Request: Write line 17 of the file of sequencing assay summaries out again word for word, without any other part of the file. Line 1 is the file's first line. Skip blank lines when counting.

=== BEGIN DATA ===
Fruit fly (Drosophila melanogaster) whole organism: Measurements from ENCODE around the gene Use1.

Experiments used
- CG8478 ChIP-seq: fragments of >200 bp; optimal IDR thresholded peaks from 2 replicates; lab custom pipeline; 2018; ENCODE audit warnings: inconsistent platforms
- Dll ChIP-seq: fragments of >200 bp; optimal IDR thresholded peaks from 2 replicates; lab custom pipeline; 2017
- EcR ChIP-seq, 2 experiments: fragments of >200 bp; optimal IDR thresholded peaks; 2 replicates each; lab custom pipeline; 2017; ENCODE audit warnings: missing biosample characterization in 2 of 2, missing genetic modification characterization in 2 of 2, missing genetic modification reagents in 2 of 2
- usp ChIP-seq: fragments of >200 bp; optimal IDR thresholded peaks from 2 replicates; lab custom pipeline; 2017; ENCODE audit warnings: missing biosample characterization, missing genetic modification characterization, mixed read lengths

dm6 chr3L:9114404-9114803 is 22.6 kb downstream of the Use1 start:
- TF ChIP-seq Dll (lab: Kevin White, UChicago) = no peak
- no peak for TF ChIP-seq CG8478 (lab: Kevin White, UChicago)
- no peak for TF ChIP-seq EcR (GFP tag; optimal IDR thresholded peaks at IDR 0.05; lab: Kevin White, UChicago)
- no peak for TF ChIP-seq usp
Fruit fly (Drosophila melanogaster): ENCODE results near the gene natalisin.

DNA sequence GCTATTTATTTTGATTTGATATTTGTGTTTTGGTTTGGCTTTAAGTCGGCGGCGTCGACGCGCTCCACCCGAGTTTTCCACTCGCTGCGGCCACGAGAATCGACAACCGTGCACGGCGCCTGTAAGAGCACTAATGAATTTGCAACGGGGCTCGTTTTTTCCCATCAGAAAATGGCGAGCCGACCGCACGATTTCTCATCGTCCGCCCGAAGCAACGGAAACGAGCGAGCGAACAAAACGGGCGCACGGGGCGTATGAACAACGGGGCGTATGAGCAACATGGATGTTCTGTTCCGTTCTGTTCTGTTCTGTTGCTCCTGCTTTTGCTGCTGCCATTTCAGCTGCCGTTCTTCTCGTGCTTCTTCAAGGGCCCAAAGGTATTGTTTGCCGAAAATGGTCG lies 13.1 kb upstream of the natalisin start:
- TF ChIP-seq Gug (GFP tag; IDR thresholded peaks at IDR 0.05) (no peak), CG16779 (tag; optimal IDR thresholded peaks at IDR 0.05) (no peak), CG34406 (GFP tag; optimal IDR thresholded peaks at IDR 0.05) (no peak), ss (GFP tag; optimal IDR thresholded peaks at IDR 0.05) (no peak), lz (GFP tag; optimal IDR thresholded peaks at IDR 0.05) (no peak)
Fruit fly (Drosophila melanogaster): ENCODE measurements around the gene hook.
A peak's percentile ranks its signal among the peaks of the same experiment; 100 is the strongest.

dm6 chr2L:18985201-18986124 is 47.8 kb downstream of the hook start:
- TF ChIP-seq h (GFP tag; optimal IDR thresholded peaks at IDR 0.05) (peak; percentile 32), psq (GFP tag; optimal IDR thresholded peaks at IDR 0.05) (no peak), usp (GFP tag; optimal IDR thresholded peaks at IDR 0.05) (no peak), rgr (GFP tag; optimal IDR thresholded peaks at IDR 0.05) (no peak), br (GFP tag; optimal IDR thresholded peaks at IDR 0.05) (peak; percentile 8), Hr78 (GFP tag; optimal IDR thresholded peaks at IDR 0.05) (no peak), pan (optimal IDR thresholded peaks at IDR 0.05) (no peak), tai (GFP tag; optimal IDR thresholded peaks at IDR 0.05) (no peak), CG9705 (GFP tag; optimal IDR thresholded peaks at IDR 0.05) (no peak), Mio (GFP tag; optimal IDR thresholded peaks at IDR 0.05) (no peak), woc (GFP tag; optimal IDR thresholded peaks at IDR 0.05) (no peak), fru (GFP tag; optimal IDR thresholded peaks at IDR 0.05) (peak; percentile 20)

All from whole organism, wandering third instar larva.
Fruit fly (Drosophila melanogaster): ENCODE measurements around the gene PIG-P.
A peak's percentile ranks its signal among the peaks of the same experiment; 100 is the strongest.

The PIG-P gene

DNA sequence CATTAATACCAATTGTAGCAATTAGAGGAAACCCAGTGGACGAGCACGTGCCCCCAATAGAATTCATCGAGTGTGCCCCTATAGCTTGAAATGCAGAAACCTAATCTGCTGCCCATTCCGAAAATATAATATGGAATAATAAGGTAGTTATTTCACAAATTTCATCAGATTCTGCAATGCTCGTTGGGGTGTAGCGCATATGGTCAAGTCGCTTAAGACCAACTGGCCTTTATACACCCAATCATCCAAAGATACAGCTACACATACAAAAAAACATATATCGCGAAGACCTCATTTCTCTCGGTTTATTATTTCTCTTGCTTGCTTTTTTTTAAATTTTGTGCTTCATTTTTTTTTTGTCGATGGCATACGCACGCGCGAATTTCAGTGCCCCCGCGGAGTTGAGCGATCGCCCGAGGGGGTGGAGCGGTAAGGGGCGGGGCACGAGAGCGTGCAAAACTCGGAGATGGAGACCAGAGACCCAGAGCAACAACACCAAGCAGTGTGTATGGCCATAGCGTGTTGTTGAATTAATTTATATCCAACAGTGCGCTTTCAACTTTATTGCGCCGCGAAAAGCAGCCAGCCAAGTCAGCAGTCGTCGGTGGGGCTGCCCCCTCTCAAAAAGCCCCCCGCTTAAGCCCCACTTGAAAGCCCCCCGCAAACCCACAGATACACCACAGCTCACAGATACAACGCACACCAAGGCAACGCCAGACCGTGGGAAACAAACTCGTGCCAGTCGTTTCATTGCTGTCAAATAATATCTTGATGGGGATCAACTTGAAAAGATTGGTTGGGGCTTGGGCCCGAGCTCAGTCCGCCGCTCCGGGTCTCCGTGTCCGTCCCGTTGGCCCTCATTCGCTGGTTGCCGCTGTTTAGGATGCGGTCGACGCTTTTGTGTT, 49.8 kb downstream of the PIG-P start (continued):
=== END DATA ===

dm6 chr2L:18985201-18986124 is 47.8 kb downstream of the hook start: